Friday, July 18, 2008

Compost Q&A

Here are some compost questions from astute readers.

Q. What do we do with garden waste that isn't applicable for chopping up and putting back in the garden, like sticks, raspberry shoots, noxious weeds and the like?

A. Believe it or not, you can put most any plant material in a hot compost pile! Temperatures in piles I've described here can reach as high as 160 degrees F. That's enough to kill most bad bugs, weed seeds, and pesky roots. However, our reader is right: some stuff just should not be put back in the garden, especially plants suffering from viral infections. Bag infected plants and throw them away with your regular household trash. Any old wood (like stakes or raised bed boards) should also be thrown away as they'll simply take too long to compost.

Q. Are there 'manual' options to using a chipper/shredder? It would be nice to know if one could get garden waste and "browns" ground up nice and fine like the shredder does, without messing with a machine. Manual chopping doesn't really do the trick.

A. Mercifully, it's not necessary to chop everything super-finely for compost. If you can get your plant material chopped to about 3" sections or shorter, and bruise the tougher stuff, then enough critters and fungi will get access to break down the material. I like to step on sunflower or corn stalk sections, partially rotten onions or garlic, and tomatoes or other fruit to bruise or crush them first.

Q: I have been chipping away at a stump in our backyard and would like to know if I can incorporate this wood in my soil or worm bin?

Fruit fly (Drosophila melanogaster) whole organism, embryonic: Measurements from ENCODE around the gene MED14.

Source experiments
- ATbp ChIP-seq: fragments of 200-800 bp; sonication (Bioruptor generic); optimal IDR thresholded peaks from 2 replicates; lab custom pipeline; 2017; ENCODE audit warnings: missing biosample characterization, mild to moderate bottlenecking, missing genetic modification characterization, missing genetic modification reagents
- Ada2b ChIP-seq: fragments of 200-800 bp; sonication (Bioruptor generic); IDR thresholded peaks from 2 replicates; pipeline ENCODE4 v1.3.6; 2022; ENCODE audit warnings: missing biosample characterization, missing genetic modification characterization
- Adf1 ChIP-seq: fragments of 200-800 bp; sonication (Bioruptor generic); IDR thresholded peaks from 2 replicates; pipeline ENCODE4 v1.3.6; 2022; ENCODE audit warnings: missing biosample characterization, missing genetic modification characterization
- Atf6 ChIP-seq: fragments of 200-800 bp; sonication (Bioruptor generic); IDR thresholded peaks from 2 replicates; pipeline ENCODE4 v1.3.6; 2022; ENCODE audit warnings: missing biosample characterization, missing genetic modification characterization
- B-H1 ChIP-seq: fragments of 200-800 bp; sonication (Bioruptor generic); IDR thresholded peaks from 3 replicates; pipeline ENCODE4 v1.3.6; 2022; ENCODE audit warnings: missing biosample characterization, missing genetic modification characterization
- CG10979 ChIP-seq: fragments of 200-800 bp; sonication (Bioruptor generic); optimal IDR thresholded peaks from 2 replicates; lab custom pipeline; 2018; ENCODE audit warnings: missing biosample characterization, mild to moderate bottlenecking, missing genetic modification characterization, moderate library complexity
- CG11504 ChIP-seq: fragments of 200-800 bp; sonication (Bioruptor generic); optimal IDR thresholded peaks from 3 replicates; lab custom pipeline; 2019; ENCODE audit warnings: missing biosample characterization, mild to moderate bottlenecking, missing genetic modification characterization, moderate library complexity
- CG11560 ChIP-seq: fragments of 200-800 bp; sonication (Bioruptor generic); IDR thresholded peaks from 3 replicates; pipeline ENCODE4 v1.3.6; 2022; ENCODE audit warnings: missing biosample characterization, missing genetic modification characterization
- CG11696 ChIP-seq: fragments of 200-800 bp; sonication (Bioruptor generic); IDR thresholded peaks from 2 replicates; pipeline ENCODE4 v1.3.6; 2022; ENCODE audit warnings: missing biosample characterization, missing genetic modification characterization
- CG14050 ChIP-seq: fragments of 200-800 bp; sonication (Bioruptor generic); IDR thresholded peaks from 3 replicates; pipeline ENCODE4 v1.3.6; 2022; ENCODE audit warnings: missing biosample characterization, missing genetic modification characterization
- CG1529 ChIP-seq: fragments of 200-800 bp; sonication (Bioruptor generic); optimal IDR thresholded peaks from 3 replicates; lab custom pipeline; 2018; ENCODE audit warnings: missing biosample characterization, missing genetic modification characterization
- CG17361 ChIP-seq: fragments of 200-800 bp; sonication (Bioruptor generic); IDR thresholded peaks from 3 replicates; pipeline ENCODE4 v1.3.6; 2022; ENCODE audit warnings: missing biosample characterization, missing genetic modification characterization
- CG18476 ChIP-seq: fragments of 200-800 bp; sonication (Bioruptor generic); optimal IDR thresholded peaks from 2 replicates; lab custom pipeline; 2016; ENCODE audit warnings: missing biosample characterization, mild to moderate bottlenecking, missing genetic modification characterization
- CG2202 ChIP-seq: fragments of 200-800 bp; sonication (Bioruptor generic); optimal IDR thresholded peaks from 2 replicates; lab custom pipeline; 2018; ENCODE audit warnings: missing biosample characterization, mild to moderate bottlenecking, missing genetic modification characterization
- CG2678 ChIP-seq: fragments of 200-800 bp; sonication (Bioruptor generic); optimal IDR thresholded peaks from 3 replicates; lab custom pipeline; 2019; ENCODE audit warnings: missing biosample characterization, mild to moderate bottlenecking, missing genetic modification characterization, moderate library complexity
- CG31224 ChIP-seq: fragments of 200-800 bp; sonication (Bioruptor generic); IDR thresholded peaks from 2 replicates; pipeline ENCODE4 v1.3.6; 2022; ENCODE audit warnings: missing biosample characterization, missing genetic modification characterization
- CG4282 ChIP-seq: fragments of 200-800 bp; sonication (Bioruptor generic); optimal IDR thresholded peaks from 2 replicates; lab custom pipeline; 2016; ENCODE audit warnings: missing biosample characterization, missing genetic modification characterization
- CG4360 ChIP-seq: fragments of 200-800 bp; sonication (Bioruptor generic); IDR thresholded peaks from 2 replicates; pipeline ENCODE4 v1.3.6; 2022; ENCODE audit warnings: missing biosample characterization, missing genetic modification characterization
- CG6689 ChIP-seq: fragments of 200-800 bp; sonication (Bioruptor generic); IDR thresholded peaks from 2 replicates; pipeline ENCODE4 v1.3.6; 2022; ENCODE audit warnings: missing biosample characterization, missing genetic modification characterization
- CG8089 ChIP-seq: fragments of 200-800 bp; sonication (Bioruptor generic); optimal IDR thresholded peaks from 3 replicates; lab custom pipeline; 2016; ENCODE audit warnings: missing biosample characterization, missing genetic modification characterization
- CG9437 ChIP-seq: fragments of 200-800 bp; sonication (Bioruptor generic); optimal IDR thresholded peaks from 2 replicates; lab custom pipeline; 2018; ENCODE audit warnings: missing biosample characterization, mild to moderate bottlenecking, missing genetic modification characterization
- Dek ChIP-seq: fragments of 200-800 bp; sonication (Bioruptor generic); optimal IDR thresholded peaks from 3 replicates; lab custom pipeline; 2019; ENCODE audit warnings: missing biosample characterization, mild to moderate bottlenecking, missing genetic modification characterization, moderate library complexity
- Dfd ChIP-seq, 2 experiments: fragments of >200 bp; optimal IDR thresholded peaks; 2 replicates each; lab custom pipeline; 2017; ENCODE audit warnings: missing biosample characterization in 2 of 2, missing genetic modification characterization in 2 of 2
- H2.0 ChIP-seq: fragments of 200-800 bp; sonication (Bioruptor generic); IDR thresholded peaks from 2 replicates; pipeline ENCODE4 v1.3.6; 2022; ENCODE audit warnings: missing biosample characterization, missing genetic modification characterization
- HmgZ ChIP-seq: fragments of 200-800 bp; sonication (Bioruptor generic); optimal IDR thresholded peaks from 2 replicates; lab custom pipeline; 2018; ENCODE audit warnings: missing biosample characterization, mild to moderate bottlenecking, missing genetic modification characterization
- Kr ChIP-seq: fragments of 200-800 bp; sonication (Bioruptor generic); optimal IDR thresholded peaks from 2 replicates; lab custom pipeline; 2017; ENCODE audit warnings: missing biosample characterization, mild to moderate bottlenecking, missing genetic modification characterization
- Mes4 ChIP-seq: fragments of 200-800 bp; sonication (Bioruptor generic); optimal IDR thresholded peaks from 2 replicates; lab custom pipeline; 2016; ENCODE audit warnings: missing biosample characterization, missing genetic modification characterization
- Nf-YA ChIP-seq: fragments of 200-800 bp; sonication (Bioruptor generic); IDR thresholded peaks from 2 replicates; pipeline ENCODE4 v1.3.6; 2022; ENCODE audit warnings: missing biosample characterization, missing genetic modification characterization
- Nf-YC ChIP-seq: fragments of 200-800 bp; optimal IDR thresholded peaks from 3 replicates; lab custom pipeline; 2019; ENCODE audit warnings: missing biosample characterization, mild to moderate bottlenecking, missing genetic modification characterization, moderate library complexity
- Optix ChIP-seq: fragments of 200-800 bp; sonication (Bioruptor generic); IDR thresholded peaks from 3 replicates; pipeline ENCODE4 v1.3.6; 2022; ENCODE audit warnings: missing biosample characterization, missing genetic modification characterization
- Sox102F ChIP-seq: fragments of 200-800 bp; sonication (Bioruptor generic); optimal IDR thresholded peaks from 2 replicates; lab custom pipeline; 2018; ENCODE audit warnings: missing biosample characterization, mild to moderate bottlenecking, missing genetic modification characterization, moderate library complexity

A: Though the individual chips might be too large for a worm bin, you can certainly use the chips as mulch on top of the soil, or incorporate them into your soil. A few chips in the soil are fine by themselves, but if you add a lot of chips all at once, they will steal nitrogen from the soil as they break down. In that case, add some composted manure at the same time to provide extra nitrogen.

If you want to add the chips to compost, treat them as a brown and balance them with greens (lawn clippings, vegetable food scraps, coffee grounds, tea leaves, etc.) Be sure the chips are pretty small (about 1" across). Otherwise they'll take too long to break down.

Q: I am building leaf mold and have a variety of leaf types in bags. Are there any particular leaves that are not good for creating leaf molds?

A: Leaf mold is essentially slow compost made of just leaves. It's used in similar ways to compost, and also for starting seedlings.

Most leaves are fine for creating leaf mold. It's better if you can chop them with a mower or leaf shredder first, but starting with them whole is OK too.

You might want to exclude pine needles or large, waxy leaves like those from magnolias, hollies or rhodies simply because they take too long to break down. If you want to include these types of leaves, definitely chop them first.

Some gardeners are suspicious that leaves from certain tress will harm their compost or leaf mold. I couldn't find any definitive studies to back that up. The primary theory seems to be that, after enough decomposition, any natural poisons are broken down enough not to be a problem.

Here's some more info on making leaf mold: Leaf Mold FAQ at GardenWeb.

Copyright © 2003 Brian Ballard. All rights reserved.

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